But there, stood in front of my wardrobe in mid-December I made a decision. In 2018 I would aim to buy no new clothes.

Stunned silence.

Many have done it before and some have no choice. This is a first world contrivance. But a good discipline in which I expect to discover some truths.

Firstly I think the project will instill a little more creativity. I will have to venture into areas of my wardrobe I very rarely use.

Secondly I think it will hone my sense of style still further. If I haven’t worn something after one year, I am unlikely to ever wear it.

Thirdly I expect I will save a heap load of cash and avoid some ill advised ‘sugar-low’ impulse buys.

The Rules

Having done some research I have established a couple of rules:

  • I can buy hosiery and underwear, let’s not be ridiculous.
  • I can buy shoes, especially for work, but I will aim to be disciplined
  • I can make new clothes – the creative juices will flow

So there you are. Will I survive? Not sure. I have already identified areas where I might find the whole experiment difficult. White shirts, I will need to be very careful to look after my white shirts. But it will also mean that I will need to ensure I keep on top of my weight and perhaps even lose a few pounds to enable me to visit long-lost clothing friends. I am looking forward to see what I discover. Will I cement my personal style or will a new more exuberant and will wacky Emma emerge? Only time will tell.

 

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2017mosaic of making - emmavarnam

What a great and crazy year it has been. Looking back I have made so many things. Things I have been able to share with you and some items which are in the pipeline. Granny Squares Home was published in the Autumn and I realise now looking at the photos that this time last year I was making the Vintage style blanket. In many ways the perfect project for a cosy Christmas break. This Christmas I am not ‘mid-commission’ so it gives me the opportunity to just make, perhaps follow the pattern of another designer. That is a very restful feeling. In 2018 I have another book ready to be published and having had a sneaky peek at the photos, I am hopeful it will have the same appeal as me previous two books.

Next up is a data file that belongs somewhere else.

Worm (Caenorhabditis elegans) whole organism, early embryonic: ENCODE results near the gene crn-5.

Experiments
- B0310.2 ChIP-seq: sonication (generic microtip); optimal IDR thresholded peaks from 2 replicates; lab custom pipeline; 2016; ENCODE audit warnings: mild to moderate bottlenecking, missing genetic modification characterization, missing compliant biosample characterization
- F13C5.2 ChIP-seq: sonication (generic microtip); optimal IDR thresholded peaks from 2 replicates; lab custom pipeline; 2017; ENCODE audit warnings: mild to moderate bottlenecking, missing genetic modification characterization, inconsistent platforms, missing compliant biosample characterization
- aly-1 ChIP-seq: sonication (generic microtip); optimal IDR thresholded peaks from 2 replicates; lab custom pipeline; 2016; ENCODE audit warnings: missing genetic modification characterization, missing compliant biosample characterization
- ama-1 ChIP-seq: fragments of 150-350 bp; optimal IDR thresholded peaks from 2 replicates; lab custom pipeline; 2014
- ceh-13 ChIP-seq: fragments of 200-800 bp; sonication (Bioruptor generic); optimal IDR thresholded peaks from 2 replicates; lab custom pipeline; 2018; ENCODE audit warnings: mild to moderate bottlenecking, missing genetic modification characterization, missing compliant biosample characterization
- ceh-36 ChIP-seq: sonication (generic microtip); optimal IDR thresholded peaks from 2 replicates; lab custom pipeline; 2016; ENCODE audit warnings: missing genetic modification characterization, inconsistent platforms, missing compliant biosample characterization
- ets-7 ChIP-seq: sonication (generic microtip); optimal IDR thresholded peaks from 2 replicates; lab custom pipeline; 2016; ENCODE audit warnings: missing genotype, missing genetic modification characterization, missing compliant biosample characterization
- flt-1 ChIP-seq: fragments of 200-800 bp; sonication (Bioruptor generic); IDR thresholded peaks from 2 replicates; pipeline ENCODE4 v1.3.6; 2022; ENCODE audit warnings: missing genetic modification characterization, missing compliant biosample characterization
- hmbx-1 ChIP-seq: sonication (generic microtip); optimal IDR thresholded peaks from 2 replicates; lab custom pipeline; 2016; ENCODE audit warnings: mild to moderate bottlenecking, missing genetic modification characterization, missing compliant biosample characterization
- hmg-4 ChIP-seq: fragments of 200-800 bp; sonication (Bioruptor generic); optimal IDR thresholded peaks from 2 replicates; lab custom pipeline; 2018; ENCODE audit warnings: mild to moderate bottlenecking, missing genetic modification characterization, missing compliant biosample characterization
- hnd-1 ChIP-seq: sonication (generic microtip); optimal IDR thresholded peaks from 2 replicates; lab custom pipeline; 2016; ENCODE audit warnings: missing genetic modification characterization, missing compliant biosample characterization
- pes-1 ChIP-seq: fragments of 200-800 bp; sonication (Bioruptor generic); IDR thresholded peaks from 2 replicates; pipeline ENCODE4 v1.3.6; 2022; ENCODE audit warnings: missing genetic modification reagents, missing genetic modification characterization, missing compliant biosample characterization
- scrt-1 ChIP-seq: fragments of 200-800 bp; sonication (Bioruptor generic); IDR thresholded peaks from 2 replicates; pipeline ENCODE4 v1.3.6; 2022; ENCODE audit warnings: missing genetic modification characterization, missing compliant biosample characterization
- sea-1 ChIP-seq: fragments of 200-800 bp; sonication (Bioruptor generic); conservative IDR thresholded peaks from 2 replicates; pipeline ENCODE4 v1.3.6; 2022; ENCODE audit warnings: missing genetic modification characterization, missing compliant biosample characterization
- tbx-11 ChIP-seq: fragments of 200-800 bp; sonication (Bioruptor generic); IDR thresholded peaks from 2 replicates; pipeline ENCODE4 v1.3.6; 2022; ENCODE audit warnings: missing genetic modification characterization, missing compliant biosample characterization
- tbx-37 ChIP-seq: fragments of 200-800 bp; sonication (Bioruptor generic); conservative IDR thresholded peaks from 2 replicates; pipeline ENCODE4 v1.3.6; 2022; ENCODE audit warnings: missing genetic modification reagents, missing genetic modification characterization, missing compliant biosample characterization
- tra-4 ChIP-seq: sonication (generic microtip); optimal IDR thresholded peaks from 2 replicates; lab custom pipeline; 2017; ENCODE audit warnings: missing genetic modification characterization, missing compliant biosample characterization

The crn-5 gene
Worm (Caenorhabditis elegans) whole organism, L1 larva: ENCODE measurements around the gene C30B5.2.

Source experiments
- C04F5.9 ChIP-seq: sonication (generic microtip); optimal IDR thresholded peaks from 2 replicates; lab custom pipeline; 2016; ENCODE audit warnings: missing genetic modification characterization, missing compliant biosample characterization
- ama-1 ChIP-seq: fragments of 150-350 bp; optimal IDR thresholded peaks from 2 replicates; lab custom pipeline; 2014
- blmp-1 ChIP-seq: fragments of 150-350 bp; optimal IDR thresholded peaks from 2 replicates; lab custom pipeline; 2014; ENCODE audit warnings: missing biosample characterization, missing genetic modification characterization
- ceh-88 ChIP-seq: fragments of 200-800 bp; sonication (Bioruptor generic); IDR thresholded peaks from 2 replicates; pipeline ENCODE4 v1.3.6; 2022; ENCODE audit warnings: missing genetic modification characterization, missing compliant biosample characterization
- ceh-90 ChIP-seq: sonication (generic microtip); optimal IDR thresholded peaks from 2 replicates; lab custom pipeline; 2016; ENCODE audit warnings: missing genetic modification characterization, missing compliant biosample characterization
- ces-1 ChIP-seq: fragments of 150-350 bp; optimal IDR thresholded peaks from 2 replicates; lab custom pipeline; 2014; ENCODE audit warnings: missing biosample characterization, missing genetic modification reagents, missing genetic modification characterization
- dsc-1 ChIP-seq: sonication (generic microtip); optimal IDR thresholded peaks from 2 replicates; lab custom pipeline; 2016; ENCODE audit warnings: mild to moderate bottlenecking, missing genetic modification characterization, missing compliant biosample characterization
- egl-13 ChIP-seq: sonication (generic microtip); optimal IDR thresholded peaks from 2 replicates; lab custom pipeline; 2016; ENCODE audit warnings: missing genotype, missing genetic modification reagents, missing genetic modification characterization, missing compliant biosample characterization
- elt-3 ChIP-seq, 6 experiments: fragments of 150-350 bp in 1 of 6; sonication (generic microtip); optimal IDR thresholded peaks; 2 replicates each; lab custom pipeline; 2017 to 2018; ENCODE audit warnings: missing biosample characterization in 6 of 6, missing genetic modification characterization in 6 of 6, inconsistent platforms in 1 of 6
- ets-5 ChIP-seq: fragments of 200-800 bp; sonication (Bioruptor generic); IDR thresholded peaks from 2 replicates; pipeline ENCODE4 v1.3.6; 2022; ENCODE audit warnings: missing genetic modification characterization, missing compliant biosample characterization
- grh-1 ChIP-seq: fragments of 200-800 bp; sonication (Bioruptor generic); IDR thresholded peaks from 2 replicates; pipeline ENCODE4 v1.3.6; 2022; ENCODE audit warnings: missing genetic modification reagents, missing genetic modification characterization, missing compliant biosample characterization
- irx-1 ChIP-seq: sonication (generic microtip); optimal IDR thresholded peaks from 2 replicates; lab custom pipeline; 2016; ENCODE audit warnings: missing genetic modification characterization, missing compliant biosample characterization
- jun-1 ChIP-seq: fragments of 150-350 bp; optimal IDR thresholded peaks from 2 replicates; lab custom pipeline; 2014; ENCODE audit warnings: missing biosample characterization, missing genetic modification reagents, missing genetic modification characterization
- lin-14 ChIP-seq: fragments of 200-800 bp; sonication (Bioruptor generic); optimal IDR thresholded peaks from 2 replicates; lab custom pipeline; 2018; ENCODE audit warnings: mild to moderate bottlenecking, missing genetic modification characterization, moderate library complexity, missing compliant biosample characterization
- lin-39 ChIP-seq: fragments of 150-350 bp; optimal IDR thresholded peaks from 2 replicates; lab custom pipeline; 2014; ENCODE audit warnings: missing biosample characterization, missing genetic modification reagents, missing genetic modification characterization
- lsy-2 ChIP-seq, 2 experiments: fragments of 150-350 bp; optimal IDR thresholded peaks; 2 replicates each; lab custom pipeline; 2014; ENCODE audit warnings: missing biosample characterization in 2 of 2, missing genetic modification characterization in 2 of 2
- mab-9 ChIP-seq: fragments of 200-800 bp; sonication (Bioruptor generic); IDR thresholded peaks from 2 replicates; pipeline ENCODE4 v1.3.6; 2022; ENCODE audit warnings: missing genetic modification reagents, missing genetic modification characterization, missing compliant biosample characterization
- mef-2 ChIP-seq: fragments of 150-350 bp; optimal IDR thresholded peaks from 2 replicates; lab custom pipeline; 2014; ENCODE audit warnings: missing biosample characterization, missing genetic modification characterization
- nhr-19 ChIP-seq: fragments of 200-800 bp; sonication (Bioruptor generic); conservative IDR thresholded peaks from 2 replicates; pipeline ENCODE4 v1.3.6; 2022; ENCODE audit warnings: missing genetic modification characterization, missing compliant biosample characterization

Last year in a crazy wave of honesty I published my new-yarn resolutions. So let’s have a look how well I did….

Keep a record of everything I make – Yes I did this…suprisingly. I made over 90 knitted/crocheted items (madness).

Keep looking and spotting – Think I did this but not enough

Make notes of new ideas – Failed – need to do more next year

Write down the yarn I use in my notebook – Failed again – totally

Dream big dreams – Sort of… more of a doing year than a dreaming year. Will try again

Have creative fun – Certainly

Compliment my hero or people who inspire me – I did some of this but I will do more!

I have begun to write my new list for 2018, which I will share with you and I would love to hear yours if you are wiling to share – but my most abiding rule is to be ‘thankful’. Thank you if you have enjoyed and commented on the blog this year. I am looking forward to a new creative year.

 

 

 

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snow-baby-penguin

On the other day a very good friend of mine asked me, ‘How do you get your ideas? Do you never run out?’. If you are a crafty person you will probably guess my answer: I have more ideas in my head than I have time to make them. Very often the ideas in my head take months to make their way from an unconscious thought through to a final design. When we were in Italy in June I fell in love with the monochrome tiles in our hotel. Their worn age and the simple patterns were so addictive. The idea of these patterns lodged itself quite firmly in my head. Then in September I began to play with ‘plarn’ it was such a fun idea to make things with old plastic bags, but other commitments meant I could really make very much more with this material. Then on a trip of Black Sheep Wools to pick up another ball of red yarn for my Granny Square I spotted the incredibly fluffy ‘Flutterby’ by James C Brett. I knew immediately it would make a brilliant and super cool baby blanket.

But why the Penguin?